February 12, 2013
Maintaining Stable Energy Supply While Reducing Emission Of Carbon Dioxide At The Same Time
Royal Astronomical Society
Decisions about future energy challenges are too often hindered by propaganda, half-truths and a limited grasp of the science that informs the choice and use of hydrocarbon and other resources, according to delegates at the annual conference of the British Geophysical Association (BGA), to take place in the Geological Society, Burlington House in London on 14 and 15 February.
For example, rather than being a quick fix that helps cut carbon dioxide emissions, poor quality carbon capture and storage may actually make things worse whereas 'fracking', the controversial gas and oil extraction technique, may prove to be vital in the years ahead. Leaders from universities and industry will come together to discuss these issues at the BGA meeting, where delegates will discuss the sustainability, security and risks of future energy choices.
Scientists at the conference will argue that evidence from geophysics must be part of the political decision making process, as the UK and other countries consider how to maintain the stable energy supply we depend on while simultaneously reducing the emission of carbon dioxide, one of the key greenhouse gases responsible for global warming.
At first sight, carbon capture and storage (CCS) appears to be a technological fix that allows us to carry on using the fossil fuels oil, gas and coal (hydrocarbons) to generate energy. CCS power stations could pump the resulting greenhouse gases to underground reservoirs rather than releasing them into the atmosphere.
In reality, it is not so simple. Even handling the greenhouse gases emitted by fossil fuel burning means storing something close to 3.5 billion tonnes of carbon dioxide per year, a volume comparable to the 27 billion barrels of oil produced annually. And for the storage to be worthwhile the gases must also be stored in reservoirs that leak at rates of less than 1% per thousand years, at which point their carbon footprint effectively matches that of renewable energy sources. Geophysical modelling and monitoring, to be discussed at the meeting, is needed to ensure reliable storage for the thousands of years required.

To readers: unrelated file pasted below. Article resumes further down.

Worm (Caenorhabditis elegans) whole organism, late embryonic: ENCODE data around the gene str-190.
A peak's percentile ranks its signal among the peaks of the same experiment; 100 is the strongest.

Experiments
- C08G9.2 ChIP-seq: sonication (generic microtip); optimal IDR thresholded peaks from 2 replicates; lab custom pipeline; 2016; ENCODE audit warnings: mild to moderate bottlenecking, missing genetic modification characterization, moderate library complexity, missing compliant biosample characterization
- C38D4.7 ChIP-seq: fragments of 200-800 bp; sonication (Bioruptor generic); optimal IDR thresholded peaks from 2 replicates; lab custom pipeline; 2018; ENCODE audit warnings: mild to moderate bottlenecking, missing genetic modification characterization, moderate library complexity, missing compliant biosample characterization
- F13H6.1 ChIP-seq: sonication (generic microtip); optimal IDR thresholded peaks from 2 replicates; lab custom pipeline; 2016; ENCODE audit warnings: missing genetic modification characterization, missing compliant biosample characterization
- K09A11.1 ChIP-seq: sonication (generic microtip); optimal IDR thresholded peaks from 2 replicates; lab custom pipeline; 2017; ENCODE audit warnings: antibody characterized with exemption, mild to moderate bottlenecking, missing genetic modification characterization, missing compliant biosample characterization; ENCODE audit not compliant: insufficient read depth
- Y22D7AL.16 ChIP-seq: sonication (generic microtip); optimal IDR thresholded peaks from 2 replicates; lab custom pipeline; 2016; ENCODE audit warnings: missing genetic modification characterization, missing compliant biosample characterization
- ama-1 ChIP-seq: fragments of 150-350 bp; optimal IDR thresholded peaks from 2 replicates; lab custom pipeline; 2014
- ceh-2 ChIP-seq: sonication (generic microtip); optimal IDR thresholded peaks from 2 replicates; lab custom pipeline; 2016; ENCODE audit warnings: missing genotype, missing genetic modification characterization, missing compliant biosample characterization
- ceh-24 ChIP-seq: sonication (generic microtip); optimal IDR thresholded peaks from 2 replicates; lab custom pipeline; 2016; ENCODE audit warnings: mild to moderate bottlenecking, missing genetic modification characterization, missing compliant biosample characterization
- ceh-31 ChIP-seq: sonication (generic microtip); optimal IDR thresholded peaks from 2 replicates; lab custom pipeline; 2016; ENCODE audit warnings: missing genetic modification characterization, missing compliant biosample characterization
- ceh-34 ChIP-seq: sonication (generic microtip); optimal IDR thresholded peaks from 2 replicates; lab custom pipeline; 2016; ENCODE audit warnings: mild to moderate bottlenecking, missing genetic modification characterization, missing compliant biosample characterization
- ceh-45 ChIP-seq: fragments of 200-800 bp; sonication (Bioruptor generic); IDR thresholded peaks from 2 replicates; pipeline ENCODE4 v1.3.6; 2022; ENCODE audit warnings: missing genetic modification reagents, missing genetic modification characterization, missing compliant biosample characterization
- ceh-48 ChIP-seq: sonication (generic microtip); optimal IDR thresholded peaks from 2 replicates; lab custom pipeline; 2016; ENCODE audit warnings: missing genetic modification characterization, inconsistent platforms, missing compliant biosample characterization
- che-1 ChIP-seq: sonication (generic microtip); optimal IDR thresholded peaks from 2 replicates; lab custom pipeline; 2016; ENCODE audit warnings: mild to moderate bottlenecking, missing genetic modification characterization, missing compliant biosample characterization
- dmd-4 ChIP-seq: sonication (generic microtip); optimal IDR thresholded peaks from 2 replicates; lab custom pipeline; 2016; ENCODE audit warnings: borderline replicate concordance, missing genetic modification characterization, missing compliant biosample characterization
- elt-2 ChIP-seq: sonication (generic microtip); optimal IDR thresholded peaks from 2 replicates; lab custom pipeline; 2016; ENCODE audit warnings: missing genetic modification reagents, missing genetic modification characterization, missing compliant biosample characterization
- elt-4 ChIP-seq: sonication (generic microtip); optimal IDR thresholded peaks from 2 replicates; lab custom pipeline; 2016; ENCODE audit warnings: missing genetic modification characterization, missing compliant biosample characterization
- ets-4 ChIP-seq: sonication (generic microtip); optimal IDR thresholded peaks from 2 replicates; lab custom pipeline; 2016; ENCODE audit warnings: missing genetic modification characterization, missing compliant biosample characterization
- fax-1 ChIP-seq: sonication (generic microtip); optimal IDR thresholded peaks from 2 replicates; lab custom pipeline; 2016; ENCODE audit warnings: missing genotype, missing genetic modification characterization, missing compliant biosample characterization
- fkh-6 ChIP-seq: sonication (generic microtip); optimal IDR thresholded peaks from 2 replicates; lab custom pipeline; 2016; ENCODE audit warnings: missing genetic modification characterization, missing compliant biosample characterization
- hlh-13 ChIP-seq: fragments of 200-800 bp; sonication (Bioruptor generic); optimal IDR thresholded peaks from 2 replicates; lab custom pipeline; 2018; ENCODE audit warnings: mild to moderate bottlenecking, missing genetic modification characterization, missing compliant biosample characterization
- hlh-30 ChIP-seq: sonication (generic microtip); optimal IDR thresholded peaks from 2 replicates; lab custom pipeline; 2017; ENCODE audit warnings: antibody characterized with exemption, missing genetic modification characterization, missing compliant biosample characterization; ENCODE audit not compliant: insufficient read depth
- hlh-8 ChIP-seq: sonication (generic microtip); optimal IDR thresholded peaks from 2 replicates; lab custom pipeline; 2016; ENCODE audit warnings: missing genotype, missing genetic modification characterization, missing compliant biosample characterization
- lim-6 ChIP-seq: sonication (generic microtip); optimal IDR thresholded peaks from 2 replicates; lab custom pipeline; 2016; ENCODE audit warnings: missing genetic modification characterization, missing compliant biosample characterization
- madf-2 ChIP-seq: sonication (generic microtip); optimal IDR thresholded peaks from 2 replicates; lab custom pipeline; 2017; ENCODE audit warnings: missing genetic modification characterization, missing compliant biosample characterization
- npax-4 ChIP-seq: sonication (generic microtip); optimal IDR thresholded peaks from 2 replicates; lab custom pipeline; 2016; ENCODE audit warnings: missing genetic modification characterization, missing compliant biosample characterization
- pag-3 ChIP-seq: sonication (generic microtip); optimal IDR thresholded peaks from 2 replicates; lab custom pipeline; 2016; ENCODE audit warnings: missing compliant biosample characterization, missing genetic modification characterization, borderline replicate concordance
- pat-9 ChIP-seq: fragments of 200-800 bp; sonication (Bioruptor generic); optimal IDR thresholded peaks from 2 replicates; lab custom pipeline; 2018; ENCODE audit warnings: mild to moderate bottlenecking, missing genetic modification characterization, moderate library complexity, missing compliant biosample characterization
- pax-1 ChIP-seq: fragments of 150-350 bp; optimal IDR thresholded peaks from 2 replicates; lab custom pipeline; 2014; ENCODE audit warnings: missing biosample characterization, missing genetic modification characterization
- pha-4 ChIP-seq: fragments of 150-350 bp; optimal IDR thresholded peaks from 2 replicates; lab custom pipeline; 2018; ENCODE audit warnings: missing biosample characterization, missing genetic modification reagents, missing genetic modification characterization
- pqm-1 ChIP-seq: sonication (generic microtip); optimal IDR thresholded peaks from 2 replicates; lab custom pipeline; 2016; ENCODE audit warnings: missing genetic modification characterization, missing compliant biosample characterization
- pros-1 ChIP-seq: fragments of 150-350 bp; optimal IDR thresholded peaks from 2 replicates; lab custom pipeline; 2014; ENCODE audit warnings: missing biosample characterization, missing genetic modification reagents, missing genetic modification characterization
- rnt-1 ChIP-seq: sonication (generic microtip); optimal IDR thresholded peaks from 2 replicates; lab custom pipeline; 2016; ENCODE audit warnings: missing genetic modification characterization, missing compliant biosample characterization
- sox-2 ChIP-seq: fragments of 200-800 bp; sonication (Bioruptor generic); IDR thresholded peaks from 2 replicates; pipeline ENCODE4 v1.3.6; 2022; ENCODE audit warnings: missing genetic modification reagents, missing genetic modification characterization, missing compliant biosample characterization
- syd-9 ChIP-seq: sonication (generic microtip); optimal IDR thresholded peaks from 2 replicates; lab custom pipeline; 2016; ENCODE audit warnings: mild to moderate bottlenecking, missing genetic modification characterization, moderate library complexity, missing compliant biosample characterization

A related discussion centers on 'fracking', potentially a huge new energy source for the UK, but one that is struggling for public acceptance despite the promise it holds of lower energy prices and better energy security. Until now media coverage of fracking has centered on the perceived environmental risks, such as earthquakes and contamination of groundwater.
In his keynote address to the BGA meeting, Professor Mark Zoback of Stanford University points to the data from the ten years of gas production by fracking at 150,000 sites across the United States. US Geological Survey information demonstrates that earthquakes can result from fracking, but that serious effects can be avoided with careful choice of location. Ironically European countries that have banned fracking are now purchasing US coal for power stations and driving up carbon dioxide emissions as a result.
Intriguingly, Prof. Zoback draws a comparison between fracking and CCS. The techniques are similar — pumping fluid into rocks — and he argues therefore carry the same risks of earthquakes in some rock types and locations. The problem is that these tremors could then release carbon dioxide too quickly, well above the 1% loss per thousand years needed for CCS to be effective. If carbon capture and storage is to have any effect on greenhouse gas emissions, reservoir locations will need to be chosen with care.
Other sessions at the meeting will cover risks associated with nuclear power in the light of Fukushima, renewable energy from wind turbines and criteria for nuclear waste storage sites.
Meeting organizer Prof. Mike Kendall of the University of Bristol commented: "A reliable, affordable and environmentally friendly supply of energy is one of the major challenges facing society. And although there are numerous different options, there is no single silver bullet that will solve this challenge. The issues are clouded by misinformation and a poor public understanding of the underpinning science. Geophysicists have a key role to play in helping clarify these complex issues and can help governments make the right decisions on how we supply energy to homes and businesses in the 21st century."
On The Net: